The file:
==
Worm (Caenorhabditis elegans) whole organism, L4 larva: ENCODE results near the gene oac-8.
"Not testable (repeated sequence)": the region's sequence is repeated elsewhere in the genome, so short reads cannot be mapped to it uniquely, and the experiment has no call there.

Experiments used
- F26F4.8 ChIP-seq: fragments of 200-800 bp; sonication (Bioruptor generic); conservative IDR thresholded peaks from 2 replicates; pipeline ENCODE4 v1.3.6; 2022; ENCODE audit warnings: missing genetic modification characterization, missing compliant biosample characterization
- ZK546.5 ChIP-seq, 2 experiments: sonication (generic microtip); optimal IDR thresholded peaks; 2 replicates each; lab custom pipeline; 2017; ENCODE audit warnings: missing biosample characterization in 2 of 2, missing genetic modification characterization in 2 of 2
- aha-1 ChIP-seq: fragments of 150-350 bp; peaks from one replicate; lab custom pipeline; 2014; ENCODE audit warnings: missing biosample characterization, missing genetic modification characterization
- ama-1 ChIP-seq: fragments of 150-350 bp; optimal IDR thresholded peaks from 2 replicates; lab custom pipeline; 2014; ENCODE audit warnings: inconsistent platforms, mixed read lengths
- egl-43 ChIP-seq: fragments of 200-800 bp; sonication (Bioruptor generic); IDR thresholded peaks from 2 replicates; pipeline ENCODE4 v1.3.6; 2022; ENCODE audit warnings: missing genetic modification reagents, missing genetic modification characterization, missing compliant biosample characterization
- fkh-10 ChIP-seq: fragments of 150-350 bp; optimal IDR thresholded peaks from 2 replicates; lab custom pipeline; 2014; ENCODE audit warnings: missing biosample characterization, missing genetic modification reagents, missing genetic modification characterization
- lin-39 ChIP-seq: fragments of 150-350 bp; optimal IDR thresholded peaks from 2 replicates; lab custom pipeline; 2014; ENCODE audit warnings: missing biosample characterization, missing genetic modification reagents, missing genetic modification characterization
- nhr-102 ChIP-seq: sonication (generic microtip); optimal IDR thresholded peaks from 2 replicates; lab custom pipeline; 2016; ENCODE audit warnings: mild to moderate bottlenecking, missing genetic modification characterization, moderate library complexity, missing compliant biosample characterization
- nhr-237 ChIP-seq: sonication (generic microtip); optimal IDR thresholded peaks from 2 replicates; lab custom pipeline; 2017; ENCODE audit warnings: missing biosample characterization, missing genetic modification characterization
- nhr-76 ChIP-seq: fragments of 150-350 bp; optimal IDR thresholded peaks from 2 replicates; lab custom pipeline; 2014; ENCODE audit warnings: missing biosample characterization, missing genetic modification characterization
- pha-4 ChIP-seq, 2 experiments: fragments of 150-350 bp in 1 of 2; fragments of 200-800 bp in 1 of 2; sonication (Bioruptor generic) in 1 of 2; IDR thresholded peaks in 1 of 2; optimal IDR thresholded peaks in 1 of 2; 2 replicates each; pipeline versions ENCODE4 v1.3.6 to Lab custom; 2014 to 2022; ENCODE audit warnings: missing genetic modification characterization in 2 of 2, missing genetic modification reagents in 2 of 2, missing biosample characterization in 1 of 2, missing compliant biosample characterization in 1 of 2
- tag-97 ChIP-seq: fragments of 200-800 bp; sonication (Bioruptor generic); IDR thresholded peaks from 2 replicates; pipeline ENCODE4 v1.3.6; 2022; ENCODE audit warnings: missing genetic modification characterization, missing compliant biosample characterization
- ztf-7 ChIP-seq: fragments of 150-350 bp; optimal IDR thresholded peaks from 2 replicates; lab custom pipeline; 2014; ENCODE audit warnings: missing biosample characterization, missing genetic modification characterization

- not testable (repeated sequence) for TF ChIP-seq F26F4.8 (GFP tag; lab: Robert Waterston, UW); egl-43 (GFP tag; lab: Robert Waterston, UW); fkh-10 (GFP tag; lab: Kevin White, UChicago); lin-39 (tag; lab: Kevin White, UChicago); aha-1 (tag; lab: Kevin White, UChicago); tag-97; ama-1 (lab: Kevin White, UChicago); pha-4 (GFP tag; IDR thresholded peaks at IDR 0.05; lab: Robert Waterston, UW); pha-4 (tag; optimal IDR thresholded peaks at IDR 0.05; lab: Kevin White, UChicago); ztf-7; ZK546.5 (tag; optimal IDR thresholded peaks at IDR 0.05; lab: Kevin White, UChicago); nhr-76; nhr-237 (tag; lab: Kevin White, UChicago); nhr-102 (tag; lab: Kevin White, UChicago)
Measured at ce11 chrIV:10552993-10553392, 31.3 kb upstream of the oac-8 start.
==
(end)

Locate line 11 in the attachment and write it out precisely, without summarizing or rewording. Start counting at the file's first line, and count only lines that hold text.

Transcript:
- nhr-102 ChIP-seq: sonication (generic microtip); optimal IDR thresholded peaks from 2 replicates; lab custom pipeline; 2016; ENCODE audit warnings: mild to moderate bottlenecking, missing genetic modification characterization, moderate library complexity, missing compliant biosample characterization